Friday, November 18, 2016

Big Thanksgiving Gift To Vermont Skiers? (Winter Storm Watch Added For Mountains)

Rina Knapp snapped this photo of a skier
at Mad River Glen, Vermont after a
snowstorm in October. The snow has
since melted, but it's coming to the
Vermont mountains in a big way in the
next few days.  
UPDATE: 3 p.m. Friday:

The National Weather Service in South Burlington, Vermont has now issued a winter storm watch for central Vermont, especially for areas in and near the Green Mountains with elevations of above 1,000 feet.

As noted in my earlier information, below, there will be some snow even in the valleys, which will lead to a tricky Monday morning commute.

The winter storm warning extends from Sunday morning all the way through Monday. This snowfall will last a long time, giving plenty of opportunity for a lot of snow to accumulate, especially along the western slopes of the Green Mountains, and the summits.

The only thing that will cut back on total snow accumulations will be relatively warm ground, made that way by unusually mild weather in recent days, and continued very, very warm weather for this time of year today and tomorrow.

Still, many areas at elevations over 1,000 feet will get four to eight inches of snow by the end of the day Monday. Some places above, say, 2,500 feet in the western slopes of the Green Mountains could easily get more than a foot.

I wouldn't be at all surprised if isolated spots, like Jay Peak, end up with two feet of snow.

Northern New York, including the St. Lawrence Valley and Adirondacks, are also under the winter storm warning.

I'm very concerned about the commute to work Monday morning everywhere in the region, including the Champlain Valley around Burlington. It'll get below freezing, so wet snow will freeze on roads to form a very slick ice.

Expect crashes and epic delays on roadways. I'm guessing most of Interstate 89 will turn into a parking lot Monday morning.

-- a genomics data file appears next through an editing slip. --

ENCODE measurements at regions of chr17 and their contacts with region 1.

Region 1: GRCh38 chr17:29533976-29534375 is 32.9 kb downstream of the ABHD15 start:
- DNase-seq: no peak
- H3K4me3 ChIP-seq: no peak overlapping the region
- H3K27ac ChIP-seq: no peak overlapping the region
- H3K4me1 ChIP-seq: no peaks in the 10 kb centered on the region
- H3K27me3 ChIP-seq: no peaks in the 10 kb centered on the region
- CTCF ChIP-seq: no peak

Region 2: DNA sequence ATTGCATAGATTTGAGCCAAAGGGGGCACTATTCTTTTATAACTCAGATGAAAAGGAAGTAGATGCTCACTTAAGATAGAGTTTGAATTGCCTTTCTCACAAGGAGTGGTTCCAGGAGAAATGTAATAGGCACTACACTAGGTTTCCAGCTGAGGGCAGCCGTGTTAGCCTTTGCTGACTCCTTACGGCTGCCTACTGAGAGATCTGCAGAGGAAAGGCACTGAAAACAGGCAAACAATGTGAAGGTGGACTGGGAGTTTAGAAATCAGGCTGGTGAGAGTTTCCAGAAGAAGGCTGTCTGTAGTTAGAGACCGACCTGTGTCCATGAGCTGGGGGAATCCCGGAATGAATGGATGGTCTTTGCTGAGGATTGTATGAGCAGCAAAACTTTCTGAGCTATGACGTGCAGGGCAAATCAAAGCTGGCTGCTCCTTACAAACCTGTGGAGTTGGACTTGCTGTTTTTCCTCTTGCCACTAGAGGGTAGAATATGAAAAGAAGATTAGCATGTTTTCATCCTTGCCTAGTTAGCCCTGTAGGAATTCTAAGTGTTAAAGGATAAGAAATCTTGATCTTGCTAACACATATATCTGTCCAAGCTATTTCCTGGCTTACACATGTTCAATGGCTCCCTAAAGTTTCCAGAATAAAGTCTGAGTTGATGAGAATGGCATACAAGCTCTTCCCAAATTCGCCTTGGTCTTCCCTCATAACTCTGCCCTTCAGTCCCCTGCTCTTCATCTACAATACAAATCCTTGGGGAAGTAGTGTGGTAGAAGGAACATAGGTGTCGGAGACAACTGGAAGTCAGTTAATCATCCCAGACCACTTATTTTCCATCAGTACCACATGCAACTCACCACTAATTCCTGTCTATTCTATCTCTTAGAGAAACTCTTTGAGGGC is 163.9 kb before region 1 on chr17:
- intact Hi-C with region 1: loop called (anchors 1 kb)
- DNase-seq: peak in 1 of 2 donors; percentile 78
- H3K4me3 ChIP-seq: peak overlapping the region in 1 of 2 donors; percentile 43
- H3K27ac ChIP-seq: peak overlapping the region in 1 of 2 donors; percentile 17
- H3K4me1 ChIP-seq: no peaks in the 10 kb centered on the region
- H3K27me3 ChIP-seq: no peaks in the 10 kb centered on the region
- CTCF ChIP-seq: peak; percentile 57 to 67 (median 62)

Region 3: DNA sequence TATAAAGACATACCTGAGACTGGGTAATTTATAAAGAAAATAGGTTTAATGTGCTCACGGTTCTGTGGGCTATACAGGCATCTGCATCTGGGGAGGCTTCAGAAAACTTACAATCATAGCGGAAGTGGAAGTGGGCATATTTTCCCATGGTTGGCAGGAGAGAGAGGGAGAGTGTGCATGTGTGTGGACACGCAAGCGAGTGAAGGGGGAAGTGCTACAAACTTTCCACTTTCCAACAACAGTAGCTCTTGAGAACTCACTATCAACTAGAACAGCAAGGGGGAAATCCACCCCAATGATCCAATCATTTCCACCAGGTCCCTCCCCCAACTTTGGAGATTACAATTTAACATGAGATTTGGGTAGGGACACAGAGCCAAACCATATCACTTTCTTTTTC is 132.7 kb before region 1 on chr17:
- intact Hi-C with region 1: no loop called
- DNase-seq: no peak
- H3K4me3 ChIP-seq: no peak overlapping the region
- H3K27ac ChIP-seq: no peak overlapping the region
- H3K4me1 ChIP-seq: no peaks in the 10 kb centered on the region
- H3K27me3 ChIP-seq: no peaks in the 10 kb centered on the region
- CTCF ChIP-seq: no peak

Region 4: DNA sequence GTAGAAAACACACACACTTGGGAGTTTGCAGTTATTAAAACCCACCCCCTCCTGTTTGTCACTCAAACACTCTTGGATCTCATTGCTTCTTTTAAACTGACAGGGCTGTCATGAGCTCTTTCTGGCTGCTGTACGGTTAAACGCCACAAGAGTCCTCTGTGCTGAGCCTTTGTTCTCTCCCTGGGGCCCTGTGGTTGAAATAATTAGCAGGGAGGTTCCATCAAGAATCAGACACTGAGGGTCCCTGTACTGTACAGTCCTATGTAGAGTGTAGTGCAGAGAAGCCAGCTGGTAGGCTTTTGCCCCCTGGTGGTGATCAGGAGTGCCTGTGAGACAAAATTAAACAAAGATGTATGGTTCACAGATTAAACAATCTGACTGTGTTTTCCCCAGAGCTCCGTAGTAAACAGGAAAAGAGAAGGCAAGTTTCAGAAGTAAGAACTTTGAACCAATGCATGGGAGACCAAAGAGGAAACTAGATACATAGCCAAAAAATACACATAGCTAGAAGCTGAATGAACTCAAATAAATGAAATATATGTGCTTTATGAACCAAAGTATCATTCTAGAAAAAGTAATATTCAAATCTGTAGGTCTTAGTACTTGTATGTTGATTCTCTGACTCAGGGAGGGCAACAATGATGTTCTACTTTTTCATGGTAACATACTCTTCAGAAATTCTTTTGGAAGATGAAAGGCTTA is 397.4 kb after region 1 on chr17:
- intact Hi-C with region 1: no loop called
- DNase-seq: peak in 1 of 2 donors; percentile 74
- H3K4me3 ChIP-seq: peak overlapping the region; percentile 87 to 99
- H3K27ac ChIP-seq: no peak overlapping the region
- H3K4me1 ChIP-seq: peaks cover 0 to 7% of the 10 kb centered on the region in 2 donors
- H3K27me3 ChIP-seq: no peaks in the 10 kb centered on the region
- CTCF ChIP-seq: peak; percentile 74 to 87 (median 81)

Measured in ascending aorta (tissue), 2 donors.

Back in October, heavy snow in the Vermont  mountains prompted some die hard skiers to hike up the slopes to take advantage of up to a foot of new powder.

Warm weather has melted all that, and skiers and riders are itching to go at it again, especially after last winter's very lackluster season.

It looks like these skiers and riders are about to get a pre-Thanksgiving gift.

It's balmy now, and will stay that way through Saturday, but things are about to change, hugely, as they say.

The storm that's causing the upper Midwest blizzard this morning will redevelop over New England Saturday night then largely stall over southeastern Canada later Sunday and Monday.

This will set up a wet, cold northwest air flow that promises what could be lots and lots of snow in the mountains.

Unlike in October, some of the Vermont, New York and New Hampshire ski resorts will be open over the Thanksgiving holiday, so skiing and riding will be that much easier.

It'll snow for a long time in the mountains. Probably from Sunday morning through Monday night. I would not be surprised to see places like Jay Peak and Stowe pick up a foot or more of snow near the summits. Mid-level elevations I imagine would pick up a good four to eight inches.

Plus, it will be more than cold enough for resorts to make snow Sunday through Wednesday.

This wintry weather comes at a price, as it always does. Some snow will accumulate all the way down in the valleys, including the Champlain Valley, which has not had any real accumulations of snow yet this season.

It won't amount to much, maybe an inch. Or even a little more in spots. Nobody is yet used to driving in snow. Hell, we didn't even get much practice doing that last winter.

The roads Monday morning could be dicey on the commute to Burlington and other Champlain Valley towns and cities.

This would inevitably lead to stupid people doing stupid things in their cars on icy roads. Be prepared to sit in backed up traffic for a long, long time Monday morning if the forecast plays out like I think it will.

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